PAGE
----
Course Outline - Electronics 12

Explore electronics at an advanced level. Investigate decimal counters, flip-flop sequencers, the seven-segment decoder and driver, and logic analysis – with hands-on labs. Study operational amplifiers and analog circuits using engineering software. Change component values in these simulations and instantly view the result. Use logic probes, oscilloscopes and multimeters to test parts, and diagnose circuit problems. Produce your own printed circuit board. Build small projects, such as an MP3 amplifier, or a large project such as an Insectronic Walking Robot with Infrared Range Detectors, or a Variable Power Supply. Choose a project that requires a programmable Atmel microcontroller. Control it by writing, compiling and installing your own C program. Modify an existing program. Use an Arduino programmer along with an excellent series of software labs. Arduino is a free, open source integrated development environment. Self-paced learning is supported with online tutorials.

Objectives

You will:

Practical Skills

Refine your safe work practices. Advance your knowledge of circuit theory, schematics, breadboarding, printed circuit board layout, project assembly, and programming.

Projects

Hexatron, Churbie mousebot, Gnat walking robot, mini-sumo, Insectronic, solar roller, bicycle persistence of vision display (POV), iambic keyer, MP3 amplifier, minty-boost USB charger, TV-B-Gone, Wawa pedal, 12 volt variable power supply with 7-segment display.

Sets of full-size, dimensioned drawings are provided for the mini-sumo and the robotic snake (serpentronic). A Do-It-Yourself manual and a detailed set of ten fully dimensioned drawings are available for the Gnat.

Students select one or more projects in discussion with the teacher. These projects will reflect the interests and skills of the student, and the course objectives. Each will be breadboarded.

Requirements

The student will create a portfolio for each project. The portfolio will include a cover page with graphics, circuit description, schematic, printed circuit board layout, parts placement diagram, schedule of component prices, a fully dimensioned drawing of the project enclosure.

These items will be brought to every class:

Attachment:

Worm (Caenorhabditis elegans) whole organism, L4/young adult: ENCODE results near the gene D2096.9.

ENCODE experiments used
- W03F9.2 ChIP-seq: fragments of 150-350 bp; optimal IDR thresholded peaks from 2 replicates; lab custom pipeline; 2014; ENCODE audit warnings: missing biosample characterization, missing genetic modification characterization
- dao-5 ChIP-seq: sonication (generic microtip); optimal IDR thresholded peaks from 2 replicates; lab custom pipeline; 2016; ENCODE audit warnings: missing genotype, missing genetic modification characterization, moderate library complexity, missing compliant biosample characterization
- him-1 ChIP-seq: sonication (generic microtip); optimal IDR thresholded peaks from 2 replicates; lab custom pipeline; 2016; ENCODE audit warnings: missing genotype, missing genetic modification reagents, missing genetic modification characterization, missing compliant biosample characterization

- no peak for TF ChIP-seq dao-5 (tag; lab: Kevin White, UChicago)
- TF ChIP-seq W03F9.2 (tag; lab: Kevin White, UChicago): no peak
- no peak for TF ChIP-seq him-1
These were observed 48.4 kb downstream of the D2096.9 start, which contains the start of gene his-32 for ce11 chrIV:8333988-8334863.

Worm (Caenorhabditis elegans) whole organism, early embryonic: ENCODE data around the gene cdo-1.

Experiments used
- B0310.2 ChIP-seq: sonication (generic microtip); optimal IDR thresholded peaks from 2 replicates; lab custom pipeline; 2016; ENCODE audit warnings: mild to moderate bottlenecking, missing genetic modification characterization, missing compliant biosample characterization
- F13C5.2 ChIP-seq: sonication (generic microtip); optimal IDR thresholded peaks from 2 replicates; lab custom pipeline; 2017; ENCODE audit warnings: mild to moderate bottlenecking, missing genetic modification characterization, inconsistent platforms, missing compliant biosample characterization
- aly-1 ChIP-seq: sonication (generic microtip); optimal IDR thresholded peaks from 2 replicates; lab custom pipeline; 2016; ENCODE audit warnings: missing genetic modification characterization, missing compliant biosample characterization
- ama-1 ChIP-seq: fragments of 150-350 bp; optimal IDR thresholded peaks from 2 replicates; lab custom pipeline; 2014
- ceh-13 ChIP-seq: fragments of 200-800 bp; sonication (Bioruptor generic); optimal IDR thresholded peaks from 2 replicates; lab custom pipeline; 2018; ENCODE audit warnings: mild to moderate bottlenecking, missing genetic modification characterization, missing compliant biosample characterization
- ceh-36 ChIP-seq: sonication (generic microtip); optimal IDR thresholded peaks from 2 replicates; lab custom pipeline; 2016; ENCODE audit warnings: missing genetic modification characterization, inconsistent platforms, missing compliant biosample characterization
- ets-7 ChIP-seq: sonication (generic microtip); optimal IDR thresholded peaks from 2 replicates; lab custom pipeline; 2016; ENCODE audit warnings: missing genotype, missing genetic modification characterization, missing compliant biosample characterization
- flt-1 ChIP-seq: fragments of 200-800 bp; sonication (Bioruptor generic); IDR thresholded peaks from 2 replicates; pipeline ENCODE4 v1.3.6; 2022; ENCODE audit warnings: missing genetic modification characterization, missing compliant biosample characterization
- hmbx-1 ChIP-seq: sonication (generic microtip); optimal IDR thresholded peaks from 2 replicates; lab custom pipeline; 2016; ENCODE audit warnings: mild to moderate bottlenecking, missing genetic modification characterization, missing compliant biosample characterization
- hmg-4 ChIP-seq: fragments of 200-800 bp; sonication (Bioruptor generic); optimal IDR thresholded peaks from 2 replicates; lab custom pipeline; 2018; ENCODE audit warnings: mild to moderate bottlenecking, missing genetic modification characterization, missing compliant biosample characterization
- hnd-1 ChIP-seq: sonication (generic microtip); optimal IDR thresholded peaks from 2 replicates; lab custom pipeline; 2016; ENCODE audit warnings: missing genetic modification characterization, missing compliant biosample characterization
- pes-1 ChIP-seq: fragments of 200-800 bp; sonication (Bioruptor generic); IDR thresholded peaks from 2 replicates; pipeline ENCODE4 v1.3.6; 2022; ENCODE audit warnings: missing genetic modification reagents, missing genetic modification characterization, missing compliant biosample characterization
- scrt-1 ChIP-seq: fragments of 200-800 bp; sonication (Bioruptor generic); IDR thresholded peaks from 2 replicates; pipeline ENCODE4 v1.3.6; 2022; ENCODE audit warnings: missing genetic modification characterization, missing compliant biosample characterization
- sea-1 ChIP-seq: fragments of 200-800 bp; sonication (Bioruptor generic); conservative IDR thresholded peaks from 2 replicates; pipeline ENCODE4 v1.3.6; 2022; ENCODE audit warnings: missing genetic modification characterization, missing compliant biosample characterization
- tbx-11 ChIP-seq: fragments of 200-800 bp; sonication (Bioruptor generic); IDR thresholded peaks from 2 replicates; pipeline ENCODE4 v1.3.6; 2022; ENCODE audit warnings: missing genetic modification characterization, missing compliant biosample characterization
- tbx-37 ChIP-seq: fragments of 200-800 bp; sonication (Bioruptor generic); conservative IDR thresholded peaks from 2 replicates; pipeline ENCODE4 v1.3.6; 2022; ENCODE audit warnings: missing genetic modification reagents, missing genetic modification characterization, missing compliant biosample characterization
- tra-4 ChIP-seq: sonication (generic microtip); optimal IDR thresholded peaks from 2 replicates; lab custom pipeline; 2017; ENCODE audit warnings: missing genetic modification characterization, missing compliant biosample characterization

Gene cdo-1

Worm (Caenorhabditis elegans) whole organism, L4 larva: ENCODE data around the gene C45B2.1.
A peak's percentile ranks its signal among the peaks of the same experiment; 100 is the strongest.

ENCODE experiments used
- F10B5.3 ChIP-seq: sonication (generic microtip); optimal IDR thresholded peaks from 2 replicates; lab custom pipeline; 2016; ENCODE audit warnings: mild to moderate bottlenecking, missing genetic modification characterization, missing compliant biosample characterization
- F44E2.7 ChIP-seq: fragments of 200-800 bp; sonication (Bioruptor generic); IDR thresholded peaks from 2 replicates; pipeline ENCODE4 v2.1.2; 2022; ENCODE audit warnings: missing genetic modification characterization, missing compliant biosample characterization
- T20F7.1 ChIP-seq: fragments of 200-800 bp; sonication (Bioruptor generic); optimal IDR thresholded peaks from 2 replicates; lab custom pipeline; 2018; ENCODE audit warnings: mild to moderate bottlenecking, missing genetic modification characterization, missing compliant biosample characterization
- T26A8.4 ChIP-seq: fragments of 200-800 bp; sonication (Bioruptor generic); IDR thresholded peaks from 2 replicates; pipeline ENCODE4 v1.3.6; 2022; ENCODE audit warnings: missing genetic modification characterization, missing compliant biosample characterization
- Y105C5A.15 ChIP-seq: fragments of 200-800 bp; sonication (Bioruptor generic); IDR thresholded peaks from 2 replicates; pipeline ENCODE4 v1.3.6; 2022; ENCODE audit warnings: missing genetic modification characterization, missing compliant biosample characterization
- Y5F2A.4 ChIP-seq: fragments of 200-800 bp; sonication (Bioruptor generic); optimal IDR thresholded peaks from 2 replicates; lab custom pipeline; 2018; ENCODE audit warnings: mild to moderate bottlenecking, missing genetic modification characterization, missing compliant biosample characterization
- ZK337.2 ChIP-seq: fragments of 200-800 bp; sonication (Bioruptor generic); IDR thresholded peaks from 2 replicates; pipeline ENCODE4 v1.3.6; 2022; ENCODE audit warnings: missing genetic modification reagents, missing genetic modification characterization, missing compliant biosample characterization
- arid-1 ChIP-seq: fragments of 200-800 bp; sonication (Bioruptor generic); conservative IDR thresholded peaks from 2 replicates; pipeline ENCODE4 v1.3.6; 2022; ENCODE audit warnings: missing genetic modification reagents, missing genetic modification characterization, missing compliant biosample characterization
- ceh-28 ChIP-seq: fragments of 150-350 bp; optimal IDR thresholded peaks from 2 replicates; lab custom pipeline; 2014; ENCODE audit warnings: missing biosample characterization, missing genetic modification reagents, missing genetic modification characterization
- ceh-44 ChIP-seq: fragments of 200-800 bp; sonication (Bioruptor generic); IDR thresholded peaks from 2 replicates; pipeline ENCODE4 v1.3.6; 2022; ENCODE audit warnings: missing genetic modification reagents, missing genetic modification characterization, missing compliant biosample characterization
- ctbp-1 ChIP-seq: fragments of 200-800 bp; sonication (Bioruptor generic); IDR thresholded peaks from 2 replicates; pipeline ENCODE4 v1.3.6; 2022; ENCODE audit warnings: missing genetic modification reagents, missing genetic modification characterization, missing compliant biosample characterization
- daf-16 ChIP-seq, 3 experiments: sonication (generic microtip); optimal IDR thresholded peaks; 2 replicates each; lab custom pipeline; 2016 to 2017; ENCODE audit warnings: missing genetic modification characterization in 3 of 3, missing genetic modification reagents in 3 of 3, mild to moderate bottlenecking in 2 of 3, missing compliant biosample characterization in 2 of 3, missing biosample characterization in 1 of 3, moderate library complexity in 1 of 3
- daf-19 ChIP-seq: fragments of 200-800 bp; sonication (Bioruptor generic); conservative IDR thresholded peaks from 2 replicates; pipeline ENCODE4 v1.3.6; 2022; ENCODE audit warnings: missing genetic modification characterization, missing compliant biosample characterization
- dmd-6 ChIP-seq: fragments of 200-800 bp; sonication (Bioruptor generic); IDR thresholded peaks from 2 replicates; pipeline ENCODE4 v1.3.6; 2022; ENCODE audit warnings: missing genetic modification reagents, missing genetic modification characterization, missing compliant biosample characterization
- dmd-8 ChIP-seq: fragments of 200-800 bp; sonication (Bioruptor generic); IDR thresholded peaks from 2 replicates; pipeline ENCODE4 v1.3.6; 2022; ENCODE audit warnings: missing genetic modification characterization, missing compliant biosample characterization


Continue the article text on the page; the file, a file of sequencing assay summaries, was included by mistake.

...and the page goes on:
Parts and Materials Fee

A materials and parts fee of $35.00 helps to cover the cost of two of the listed projects. . This amount is due in early September. A project that has complex or expensive components may need to be subsidized. Students will estimate these extra costs before beginning each project.

Evaluation

Your attendance, courtesy, and dedication will be considered during evaluation. You are encouraged to cooperate closely with other members of the class. Help them when you can. However, avoid providing too much help. We learn best when we are challenged.

Marks may also be earned by assisting with various class projects. These projects benefit all students of electronics. Among many examples, are the repair and manufacture of test leads, the service and repair of test instruments, and the manufacture of precut parts for project enclosures.

Computer, computer network, software and programming support are additional categories in which technical support credits may be earned. These marks are recorded under the ?technical support? category. They will be included in the end-of-term and end-of-year accumulated percentages.

You are responsible for identifying which class work you have missed. Any missed work must be made up, including tests and labs. The work should be completed during the same week, either before or after school, through mutual agreement. (This topic is discussed fully in the information sheet, Evaluation.)